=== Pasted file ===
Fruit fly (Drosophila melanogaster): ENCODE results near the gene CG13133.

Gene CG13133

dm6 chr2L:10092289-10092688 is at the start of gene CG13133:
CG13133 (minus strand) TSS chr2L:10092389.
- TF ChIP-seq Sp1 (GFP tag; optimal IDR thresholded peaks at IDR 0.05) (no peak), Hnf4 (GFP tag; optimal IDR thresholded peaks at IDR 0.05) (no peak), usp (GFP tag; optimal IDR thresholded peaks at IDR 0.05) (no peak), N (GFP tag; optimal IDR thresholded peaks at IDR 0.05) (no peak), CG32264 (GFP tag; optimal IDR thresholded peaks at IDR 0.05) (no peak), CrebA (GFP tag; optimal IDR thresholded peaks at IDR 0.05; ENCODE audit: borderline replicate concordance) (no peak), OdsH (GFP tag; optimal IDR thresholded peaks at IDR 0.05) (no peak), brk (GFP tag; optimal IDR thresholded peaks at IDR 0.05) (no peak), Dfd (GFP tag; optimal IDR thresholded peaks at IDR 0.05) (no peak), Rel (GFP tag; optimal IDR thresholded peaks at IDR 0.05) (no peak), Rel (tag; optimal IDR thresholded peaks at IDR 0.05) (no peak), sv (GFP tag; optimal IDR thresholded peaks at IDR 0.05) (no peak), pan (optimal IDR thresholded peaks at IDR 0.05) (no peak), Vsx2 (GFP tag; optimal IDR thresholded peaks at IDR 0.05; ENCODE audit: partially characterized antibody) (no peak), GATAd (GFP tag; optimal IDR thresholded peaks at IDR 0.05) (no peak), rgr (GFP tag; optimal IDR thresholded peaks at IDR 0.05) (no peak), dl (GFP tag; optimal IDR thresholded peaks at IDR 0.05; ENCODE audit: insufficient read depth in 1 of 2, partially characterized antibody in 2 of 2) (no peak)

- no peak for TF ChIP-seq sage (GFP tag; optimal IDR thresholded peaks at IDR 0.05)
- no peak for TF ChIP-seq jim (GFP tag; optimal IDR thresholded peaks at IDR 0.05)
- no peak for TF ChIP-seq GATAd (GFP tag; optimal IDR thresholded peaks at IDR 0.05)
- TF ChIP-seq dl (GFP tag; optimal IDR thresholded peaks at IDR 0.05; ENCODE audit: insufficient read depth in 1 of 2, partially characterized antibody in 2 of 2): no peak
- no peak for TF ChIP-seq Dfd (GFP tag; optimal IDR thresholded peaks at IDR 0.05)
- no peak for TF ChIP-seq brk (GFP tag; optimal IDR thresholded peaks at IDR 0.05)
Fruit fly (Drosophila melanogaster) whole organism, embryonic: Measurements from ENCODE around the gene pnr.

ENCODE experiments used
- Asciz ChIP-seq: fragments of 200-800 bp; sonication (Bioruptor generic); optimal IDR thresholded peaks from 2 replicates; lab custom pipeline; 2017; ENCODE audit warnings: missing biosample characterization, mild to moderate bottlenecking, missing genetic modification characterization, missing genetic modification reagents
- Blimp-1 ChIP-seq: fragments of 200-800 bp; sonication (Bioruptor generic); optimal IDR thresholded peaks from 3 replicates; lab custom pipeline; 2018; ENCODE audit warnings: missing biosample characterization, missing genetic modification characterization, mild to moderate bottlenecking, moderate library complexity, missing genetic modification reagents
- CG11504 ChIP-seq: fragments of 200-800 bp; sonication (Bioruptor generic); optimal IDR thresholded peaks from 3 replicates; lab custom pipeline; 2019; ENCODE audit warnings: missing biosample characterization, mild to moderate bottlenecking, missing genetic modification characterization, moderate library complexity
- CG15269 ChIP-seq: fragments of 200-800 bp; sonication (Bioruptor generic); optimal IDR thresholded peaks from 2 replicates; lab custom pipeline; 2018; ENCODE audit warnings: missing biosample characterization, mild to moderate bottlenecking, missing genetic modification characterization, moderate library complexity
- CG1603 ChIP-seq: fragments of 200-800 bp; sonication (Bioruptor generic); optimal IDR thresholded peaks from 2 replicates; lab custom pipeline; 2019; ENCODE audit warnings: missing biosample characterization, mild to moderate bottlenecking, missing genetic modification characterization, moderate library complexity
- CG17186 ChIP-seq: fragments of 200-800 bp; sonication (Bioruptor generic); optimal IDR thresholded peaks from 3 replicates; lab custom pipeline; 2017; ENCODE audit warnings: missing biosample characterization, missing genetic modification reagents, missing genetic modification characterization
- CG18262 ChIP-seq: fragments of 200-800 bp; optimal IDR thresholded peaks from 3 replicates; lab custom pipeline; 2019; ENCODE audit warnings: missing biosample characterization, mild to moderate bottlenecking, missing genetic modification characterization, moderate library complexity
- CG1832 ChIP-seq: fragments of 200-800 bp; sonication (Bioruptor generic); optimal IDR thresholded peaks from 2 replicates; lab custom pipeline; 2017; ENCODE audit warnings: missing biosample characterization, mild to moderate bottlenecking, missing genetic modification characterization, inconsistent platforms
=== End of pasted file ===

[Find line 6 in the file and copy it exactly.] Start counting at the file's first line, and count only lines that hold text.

- no peak for TF ChIP-seq sage (GFP tag; optimal IDR thresholded peaks at IDR 0.05)